The Dive Lab Pressure Gauge Comparison System was developed to accommodate comparison of all XLDS system gauges in place without the need for removing gauges from the system. The Gauge Comparator System can be used to compare other gauges as well, using the various adapters supplied with the system. The main advantages of this system is not having to physically remove the gauges, which reduces wear and tear on fittings, eliminates shipping and downtime due to shipping, minimizes contamination of components from system generated contamination.
Click on the link below to get the Dive Lab Pressure Gauge Comparator System Manual using the Kirby Morgan KMAC Diving Console.
Dive Lab Gauge Comparator for KMACS Diving Console
This informational guide was written to provide information and support for users of the thermo plastic 1⁄4” lightweight umbilical assemblies used with the Extreme Lightweight Diving System (XLDS).
Over the past 35 – 40 years as self-contained underwater breathing equipment has evolved, and grown, SCUBA regulator breathing performance has improved four fold resulting in demand regulators that can flow more air allowing greater breathing rates.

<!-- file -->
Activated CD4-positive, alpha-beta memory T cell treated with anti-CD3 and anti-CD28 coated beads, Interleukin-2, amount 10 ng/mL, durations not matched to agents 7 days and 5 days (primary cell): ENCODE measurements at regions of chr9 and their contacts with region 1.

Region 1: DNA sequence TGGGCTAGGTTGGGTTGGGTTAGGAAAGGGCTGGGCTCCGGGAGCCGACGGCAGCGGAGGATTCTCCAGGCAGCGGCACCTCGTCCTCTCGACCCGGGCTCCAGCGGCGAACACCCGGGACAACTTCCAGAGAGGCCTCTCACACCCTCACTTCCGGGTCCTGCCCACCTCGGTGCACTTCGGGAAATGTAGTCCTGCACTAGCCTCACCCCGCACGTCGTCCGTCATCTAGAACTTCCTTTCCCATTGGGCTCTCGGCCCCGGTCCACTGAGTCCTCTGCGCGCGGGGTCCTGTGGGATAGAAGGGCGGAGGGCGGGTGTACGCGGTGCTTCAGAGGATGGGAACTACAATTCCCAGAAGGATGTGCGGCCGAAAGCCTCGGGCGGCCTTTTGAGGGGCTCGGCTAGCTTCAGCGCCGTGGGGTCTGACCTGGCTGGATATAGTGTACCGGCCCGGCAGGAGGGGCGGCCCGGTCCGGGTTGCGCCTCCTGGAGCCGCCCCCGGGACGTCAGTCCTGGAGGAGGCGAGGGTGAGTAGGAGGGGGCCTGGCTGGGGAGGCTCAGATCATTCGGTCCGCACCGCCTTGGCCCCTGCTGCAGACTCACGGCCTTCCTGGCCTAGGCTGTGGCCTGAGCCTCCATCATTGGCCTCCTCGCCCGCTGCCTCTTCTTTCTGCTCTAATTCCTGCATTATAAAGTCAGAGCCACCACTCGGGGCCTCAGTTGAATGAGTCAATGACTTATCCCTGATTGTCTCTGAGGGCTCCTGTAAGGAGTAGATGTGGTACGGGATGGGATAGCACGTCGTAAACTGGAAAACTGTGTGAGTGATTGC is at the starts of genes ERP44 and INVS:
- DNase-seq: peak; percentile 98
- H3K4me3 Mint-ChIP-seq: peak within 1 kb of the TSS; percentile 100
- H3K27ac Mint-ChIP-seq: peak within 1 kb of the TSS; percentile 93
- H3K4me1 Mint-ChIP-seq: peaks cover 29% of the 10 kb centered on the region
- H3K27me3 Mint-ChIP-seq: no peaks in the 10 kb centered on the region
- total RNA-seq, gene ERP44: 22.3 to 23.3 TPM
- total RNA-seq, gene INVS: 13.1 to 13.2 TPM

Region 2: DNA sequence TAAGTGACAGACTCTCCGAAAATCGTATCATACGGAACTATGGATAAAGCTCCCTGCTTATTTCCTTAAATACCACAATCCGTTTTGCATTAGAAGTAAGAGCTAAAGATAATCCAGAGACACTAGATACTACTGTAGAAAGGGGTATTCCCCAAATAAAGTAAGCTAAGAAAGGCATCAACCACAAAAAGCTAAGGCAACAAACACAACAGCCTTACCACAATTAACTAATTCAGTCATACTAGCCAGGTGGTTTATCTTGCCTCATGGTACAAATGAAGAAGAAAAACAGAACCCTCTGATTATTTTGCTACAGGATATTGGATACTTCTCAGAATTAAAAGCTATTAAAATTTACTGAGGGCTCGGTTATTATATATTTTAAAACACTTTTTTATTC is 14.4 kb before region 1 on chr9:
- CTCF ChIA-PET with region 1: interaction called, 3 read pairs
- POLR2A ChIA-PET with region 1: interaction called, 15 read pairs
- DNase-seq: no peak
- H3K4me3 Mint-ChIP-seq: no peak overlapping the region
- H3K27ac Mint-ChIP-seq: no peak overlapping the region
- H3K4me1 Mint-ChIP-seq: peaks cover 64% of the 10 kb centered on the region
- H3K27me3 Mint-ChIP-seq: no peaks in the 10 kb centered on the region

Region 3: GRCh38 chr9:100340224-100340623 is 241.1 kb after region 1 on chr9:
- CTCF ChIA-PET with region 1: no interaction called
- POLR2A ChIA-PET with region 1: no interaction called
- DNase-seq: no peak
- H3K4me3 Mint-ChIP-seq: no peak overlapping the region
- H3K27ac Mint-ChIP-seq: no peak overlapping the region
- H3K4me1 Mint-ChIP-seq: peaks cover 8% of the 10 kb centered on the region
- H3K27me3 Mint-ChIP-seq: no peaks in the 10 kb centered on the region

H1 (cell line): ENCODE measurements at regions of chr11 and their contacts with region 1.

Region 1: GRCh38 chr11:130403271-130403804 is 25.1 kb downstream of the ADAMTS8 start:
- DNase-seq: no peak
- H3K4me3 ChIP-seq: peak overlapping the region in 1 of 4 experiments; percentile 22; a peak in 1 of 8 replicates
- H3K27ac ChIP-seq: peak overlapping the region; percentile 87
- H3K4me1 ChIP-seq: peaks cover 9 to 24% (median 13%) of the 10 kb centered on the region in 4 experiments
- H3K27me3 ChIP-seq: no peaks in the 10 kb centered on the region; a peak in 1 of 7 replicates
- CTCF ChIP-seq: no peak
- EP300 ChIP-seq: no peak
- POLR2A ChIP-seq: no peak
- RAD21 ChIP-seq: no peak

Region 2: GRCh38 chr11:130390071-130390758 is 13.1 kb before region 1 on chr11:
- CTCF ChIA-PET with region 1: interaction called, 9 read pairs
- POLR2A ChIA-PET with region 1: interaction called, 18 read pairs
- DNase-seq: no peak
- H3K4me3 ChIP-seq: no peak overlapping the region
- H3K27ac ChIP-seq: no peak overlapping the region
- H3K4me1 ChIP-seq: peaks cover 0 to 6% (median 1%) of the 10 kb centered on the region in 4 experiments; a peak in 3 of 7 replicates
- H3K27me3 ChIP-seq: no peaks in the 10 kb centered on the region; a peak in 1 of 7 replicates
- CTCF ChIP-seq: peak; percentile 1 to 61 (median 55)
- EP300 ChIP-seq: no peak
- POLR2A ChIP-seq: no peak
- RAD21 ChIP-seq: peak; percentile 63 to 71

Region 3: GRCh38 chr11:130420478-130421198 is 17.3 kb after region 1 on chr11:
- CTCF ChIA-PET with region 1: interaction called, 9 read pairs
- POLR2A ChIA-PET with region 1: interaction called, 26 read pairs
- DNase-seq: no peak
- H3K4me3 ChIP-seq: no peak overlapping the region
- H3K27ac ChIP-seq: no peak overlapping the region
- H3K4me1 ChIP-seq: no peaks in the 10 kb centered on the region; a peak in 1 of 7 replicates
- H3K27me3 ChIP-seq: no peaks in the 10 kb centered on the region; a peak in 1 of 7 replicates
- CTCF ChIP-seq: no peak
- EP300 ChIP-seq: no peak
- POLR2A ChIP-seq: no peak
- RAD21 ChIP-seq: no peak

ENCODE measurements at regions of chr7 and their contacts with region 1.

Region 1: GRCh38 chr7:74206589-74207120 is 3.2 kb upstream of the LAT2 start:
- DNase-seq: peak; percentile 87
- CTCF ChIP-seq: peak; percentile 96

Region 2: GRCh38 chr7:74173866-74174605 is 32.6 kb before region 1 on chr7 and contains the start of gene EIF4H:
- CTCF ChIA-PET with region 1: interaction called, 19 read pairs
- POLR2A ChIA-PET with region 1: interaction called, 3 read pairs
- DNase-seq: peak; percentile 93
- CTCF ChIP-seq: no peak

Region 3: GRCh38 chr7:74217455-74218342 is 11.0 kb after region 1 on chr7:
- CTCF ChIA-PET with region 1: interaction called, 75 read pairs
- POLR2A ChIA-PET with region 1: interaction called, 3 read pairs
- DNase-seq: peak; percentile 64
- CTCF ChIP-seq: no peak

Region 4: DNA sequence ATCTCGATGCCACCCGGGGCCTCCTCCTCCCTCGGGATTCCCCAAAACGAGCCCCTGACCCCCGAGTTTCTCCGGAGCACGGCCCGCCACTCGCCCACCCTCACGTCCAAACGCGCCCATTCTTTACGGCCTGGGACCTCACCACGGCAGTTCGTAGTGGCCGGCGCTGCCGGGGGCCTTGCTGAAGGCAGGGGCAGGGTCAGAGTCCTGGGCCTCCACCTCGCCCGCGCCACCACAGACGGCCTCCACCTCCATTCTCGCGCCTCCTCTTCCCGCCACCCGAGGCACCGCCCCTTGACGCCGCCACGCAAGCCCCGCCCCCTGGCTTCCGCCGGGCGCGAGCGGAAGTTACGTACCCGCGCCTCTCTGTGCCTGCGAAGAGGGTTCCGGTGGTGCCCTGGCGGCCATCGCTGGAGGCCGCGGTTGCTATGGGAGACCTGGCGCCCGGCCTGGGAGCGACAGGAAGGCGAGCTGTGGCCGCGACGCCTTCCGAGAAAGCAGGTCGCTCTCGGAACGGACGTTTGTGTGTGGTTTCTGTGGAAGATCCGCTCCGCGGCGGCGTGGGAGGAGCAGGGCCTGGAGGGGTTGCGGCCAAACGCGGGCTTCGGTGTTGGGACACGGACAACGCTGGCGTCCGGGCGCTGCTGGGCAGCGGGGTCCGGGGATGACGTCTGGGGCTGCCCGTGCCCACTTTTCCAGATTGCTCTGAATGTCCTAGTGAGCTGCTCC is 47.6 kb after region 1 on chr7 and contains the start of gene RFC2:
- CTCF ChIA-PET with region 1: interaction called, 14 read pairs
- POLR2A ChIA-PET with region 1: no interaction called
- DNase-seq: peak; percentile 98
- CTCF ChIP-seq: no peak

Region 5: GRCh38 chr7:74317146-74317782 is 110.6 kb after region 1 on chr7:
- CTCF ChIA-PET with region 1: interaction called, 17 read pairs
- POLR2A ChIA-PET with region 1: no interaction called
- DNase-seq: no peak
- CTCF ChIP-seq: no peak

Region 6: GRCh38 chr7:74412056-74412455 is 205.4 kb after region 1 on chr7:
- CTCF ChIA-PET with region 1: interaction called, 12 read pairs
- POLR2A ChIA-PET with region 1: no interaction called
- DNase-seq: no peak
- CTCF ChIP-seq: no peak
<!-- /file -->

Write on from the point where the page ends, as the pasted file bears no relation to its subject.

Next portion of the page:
Dive Lab and Kirby Morgan get a lot of inquires / questions from divers about what kind of chemicals and contamination the KMDSI helmets can protect against, and what can be done to minimize water exposure…
This document was written by Dive Lab, Inc., for Kirby Morgan Diving Systems Inc., to assist users of KMDSI products in obtaining the maximum performance from their equipment.
Emergency breathing is probably best defined as being able to breathe when your normal supply or breathing system has been interrupted or lost. The loss of your primary breathing supply can be sudden and dramatic, or it can sneak up slowly. Regardless, if you survive a loss of gas incident it can be a life altering experience that will change the way you dive from that point on.
The guidelines and recommendations herein were developed to aid persons in securing and maintain a chain of custody for man worn diving helmets, full face masks and associated equipment following a diving fatality or serious diving accident/incident so that a proper investigation can be conducted…
The emergency procedures listed are primarily intended as the diver’s first response to a situation or event that could be life threatening if swift immediate action is not taken. All emergency procedures assume that the helmet is being dived with two independent breathing supplies to the diver umbilical so that one is in use, and one is in standby…
Scuba regulators have come a long way since the days of the old double hose design of the 1950’s. Today even the low budget units breathe with far less effort than the best of the old time regulators. Modern regulators have gotten good, really good. Space age materials, computer numerical machining, and modern manufacturing techniques have done wonders for breathing performance, reliability, and maintainability.